0/5 – Absolute shit. There is literally nothing about this book that is good. It has every error listed above and issues may have been created for this book. The review likely consists of caps lock screaming and fire. It may have made me physically ill. I quite possibly contacted the Doctor and the TARDIS to get back my time.

1/5 – Crap. While the author may have managed basic writing skills, it still has a whole host of problems it at least provided information of some sort of made a point. You may wish to flip through the book if it was given to you or you find it at the library but don’t pay money or spend a great deal of time on it. I likely only threw the book a few times and set it on fire once.

2/5 – It’s OK. It has its issues but it also has some aspects to that that’s worth reading. Pay a low price for the book or pick it up at the library. Look carefully at the review before reading. I may have thrown the book or resorted to cussing in every language I can speak to verbalize any distaste for the book. If owned, this book levels out tables and chairs because it’s *just* the right size and you won’t really mind if it’s damaged along the way.

3/5 – Meh. This is a decent book. Still has its issues but most of them aren’t going to bother most people. The issues may be few in number and the book’s worth spending a bit of time on. It may not bring out brandy-new ideas, but it has a solid basic understanding on how shit works. Or, it may have a bunch of clever ideas but has some other shady shit going on in it. The book has some worth. While I still wouldn’t pay full price, if I spend a few bucks then I wouldn’t be sad and will have a nice, safe home behind a clutter of random bottles and crystals on a bookshelf where it can be referenced or reread on occasion. This book is to be recommended occasionally for specific topics. You may find yourself thinking “Whatever happened to X book? I think I loaned it to Billy but he never gave it back. Now he’s left for Mars so I guess it’s gone for good. Oh well.”

4/5 – You should be reading this. It may have an issue or two here and there but it likely has so much good shit in it that the few issues can be ignored or put aside. Paying full price wouldn’t bother me. This book sits securely on a clear shelf where I can reference it often and with glee. This book will be commonly recommended and may serve as a pillow in times of emergencies or while passing out during research. The kind of book that you ensure your friends return to you, even to the point where you text them at odd hours to annoy them enough to return it to you.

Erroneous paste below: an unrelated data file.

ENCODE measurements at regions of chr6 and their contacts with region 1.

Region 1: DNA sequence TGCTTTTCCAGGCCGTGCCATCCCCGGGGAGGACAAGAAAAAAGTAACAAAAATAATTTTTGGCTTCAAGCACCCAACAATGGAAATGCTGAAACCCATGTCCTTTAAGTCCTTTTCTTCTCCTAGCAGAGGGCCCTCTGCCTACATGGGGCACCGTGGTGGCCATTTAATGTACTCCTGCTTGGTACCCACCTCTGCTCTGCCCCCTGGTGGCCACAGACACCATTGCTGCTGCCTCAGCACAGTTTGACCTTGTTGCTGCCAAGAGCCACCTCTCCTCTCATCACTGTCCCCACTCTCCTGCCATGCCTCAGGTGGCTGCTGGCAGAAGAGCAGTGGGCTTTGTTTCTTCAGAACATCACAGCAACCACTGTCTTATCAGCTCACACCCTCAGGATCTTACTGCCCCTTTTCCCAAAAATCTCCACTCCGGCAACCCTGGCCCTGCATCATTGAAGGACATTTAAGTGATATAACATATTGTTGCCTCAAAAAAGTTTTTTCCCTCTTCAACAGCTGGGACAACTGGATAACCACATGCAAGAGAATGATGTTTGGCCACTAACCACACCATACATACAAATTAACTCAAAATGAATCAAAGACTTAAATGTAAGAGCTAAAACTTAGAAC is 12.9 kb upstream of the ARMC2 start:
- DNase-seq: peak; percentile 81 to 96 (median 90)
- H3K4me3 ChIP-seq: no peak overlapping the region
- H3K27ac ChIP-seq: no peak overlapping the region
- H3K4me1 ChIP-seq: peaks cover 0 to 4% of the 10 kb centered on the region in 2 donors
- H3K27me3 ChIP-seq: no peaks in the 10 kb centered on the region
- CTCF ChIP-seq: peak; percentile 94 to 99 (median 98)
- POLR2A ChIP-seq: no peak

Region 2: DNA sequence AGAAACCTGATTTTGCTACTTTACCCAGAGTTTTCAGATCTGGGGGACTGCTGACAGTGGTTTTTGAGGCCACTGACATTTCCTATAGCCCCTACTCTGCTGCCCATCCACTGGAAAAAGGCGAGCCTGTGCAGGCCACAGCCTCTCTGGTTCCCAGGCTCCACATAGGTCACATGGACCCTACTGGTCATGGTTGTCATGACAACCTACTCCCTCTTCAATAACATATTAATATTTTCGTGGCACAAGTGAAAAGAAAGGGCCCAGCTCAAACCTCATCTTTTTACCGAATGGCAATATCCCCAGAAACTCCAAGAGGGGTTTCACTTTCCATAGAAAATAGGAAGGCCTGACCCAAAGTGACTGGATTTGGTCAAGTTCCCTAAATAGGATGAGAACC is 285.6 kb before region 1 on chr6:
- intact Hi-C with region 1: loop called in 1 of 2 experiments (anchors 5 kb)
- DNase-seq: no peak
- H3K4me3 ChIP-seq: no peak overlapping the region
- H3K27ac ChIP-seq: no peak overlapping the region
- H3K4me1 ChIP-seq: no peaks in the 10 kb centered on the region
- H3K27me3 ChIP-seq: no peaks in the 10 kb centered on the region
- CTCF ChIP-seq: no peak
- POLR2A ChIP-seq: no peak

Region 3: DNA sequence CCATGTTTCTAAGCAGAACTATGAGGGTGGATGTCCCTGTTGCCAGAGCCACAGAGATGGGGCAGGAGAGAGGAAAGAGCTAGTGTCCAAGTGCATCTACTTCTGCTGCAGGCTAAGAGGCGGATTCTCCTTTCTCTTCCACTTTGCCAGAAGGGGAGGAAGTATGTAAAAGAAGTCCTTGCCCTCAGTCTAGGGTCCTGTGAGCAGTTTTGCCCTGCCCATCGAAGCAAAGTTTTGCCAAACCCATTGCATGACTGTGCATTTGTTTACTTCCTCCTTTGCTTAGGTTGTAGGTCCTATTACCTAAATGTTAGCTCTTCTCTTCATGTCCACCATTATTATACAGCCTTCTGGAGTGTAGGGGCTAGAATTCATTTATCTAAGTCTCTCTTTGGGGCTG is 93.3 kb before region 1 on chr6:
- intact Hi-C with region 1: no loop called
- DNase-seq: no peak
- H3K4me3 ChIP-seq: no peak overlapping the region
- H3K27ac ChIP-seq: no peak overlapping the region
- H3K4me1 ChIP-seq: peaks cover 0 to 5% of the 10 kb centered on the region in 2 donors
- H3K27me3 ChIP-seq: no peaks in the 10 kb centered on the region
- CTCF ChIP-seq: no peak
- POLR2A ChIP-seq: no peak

5/5 – The Preciousssssss. There are absolutely in no way any flaws.This book glows golden in my hands and whispers sweetly to me. Not only would I pay full price but I likely pre-ordered it and maybe even showed up for the midnight launch or signing if that was available. This book is never far from my hand, protected as if made of glass, has is graced only by satin or silk bookmarks. Not only will it be referenced daily, it will never touch a bookshelf but may sit in a special place of prominence, like a book stand or on a particular shelf dedicated to other excellent books. I would fight Gollum for this book and win.

Obviously, all reviews are mine own opinions and should be viewed as such. Furthermore, I write the reviews as I read the books so they tend to be long-winded and can be used as a walkthrough of sorts. If you have a book you want to suggest to me, feel free to drop an email. I can’t guarantee I’ll read them but I’ll consider it.